Thursday, February 2, 2017

[Review] Paterson

Jim Jarmusch's Paterson is a slow but insightful, easygoing yet thought-provoking ride about a dude named Paterson who lives in Paterson.

By sheer nominal coincidence, Adam Driver plays a quiet bus driver, observing the city and listening to the conversations of every day people that step through his automatic doors. Paterson (that's his name) is also a notebook-carrying poet, jotting down material that turns mundane subjects into something of introspective beauty. His wife Laura (played by Golshifteh Farahani) encourages him to show his work to the world, but he's in no hurry.

Much like Paterson's poetry, the film itself very much cruises along in the same listless yet lyrical way. The nicely shot picture places focus on the little details and routines of a '9-5', everything before and after, and life in general. It's not a premise that exactly screams excitement, and it's type of stuff that might cause casual filmgoers to fall asleep within the first 10 minutes, but there's still something genuinely charming about it. It feels communal. Comforting, even. And it's intently littered with cultural references from Iggy Pop to Emily Dickinson, Abbott & Costello to Fetty Wap.

In a pleasant surprise, hip-hop vet Method Man makes an appearance in a dingy laundromat as an aspiring rapper (ironic). Another meta-wink comes when a couple of college students hop on the bus for some idealistic banter, and it took me a moment to realize it, but it was the two leads from Wes Anderson's Moonrise Kingdom. Then of course there's Adam Driver's nuanced performance as a simple man with deep thoughts, continuing to prove he's one of the best actors in the game, whether it's on a blockbuster or indie scale. But the real star might be Paterson's bulldog named Marvin. The chunky fella loves scoffing while he basks on the living room chair.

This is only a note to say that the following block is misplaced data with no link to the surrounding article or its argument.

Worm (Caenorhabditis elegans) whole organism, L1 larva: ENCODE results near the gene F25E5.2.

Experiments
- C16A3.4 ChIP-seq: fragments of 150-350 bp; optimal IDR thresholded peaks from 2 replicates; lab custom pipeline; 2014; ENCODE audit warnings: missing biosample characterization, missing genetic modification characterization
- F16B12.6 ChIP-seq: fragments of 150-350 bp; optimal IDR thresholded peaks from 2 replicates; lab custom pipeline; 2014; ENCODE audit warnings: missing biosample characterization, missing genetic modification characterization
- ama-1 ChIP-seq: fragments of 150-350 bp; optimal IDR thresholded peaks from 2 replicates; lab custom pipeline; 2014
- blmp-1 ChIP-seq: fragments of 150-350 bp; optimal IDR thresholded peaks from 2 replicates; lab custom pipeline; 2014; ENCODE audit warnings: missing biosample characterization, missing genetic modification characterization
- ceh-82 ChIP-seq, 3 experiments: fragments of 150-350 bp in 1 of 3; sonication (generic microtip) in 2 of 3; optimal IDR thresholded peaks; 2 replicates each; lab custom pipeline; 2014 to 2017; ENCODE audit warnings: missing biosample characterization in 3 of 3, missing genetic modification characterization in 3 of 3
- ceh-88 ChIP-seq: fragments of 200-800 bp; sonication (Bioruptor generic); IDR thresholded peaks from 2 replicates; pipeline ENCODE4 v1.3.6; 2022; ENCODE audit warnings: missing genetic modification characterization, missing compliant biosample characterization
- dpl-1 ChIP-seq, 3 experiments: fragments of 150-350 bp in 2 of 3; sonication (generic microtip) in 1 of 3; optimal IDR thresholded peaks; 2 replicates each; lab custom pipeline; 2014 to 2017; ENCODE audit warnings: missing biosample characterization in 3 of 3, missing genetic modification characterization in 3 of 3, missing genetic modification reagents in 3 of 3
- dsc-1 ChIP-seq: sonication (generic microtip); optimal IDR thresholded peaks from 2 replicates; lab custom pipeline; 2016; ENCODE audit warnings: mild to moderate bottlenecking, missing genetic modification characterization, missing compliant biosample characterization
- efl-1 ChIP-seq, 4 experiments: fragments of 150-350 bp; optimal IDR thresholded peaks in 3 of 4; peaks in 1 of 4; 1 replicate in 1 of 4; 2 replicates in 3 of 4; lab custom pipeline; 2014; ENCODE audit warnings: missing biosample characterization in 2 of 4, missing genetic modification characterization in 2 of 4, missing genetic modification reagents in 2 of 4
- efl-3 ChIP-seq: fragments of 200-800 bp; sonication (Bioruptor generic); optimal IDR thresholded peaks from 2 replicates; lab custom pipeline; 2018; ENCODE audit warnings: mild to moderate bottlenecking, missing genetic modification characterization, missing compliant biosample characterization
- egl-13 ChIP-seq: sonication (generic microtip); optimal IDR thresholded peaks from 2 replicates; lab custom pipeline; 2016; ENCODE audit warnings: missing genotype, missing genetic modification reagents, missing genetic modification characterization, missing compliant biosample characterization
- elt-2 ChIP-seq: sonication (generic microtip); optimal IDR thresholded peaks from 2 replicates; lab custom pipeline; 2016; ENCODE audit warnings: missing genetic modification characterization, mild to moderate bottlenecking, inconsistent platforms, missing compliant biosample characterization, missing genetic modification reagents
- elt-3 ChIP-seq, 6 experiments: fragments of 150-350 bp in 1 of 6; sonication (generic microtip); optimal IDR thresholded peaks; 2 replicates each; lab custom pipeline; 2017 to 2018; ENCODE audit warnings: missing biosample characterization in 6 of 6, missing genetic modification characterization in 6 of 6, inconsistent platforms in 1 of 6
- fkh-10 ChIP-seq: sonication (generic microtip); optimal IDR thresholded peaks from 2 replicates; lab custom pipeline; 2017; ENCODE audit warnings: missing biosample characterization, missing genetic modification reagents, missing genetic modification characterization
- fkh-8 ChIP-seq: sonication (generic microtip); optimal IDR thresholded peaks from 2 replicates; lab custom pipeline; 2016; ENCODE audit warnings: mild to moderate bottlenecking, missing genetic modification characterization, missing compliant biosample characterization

With all that said, as it arrived toward its two-hour runtime, even I began checking my own watch and thinking of tasks on my schedule that I needed to do. So the film didn't completely floor me, but it did make me wonder how many city bus drivers out there also are Patersons.

( 7/10 )

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